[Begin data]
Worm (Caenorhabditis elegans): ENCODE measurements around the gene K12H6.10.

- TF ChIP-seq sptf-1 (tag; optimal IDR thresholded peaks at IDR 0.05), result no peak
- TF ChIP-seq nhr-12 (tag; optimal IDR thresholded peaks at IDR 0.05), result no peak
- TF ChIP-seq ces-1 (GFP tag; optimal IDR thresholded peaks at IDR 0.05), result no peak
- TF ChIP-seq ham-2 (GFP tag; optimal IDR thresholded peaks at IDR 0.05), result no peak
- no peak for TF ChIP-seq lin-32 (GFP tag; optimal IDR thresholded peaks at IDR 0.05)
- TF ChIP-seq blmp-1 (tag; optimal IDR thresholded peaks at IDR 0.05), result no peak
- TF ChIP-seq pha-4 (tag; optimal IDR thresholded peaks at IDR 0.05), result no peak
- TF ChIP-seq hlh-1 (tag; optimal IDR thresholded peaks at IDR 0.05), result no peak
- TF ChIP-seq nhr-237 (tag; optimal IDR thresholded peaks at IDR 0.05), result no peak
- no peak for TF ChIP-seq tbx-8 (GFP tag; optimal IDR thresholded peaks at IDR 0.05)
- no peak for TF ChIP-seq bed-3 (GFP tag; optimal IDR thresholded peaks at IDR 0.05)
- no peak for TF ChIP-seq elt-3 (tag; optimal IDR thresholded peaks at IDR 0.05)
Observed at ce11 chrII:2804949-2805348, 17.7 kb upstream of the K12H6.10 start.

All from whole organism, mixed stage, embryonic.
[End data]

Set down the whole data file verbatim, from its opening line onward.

Worm (Caenorhabditis elegans): ENCODE measurements around the gene K12H6.10.

- TF ChIP-seq sptf-1 (tag; optimal IDR thresholded peaks at IDR 0.05), result no peak
- TF ChIP-seq nhr-12 (tag; optimal IDR thresholded peaks at IDR 0.05), result no peak
- TF ChIP-seq ces-1 (GFP tag; optimal IDR thresholded peaks at IDR 0.05), result no peak
- TF ChIP-seq ham-2 (GFP tag; optimal IDR thresholded peaks at IDR 0.05), result no peak
- no peak for TF ChIP-seq lin-32 (GFP tag; optimal IDR thresholded peaks at IDR 0.05)
- TF ChIP-seq blmp-1 (tag; optimal IDR thresholded peaks at IDR 0.05), result no peak
- TF ChIP-seq pha-4 (tag; optimal IDR thresholded peaks at IDR 0.05), result no peak
- TF ChIP-seq hlh-1 (tag; optimal IDR thresholded peaks at IDR 0.05), result no peak
- TF ChIP-seq nhr-237 (tag; optimal IDR thresholded peaks at IDR 0.05), result no peak
- no peak for TF ChIP-seq tbx-8 (GFP tag; optimal IDR thresholded peaks at IDR 0.05)
- no peak for TF ChIP-seq bed-3 (GFP tag; optimal IDR thresholded peaks at IDR 0.05)
- no peak for TF ChIP-seq elt-3 (tag; optimal IDR thresholded peaks at IDR 0.05)
Observed at ce11 chrII:2804949-2805348, 17.7 kb upstream of the K12H6.10 start.

All from whole organism, mixed stage, embryonic.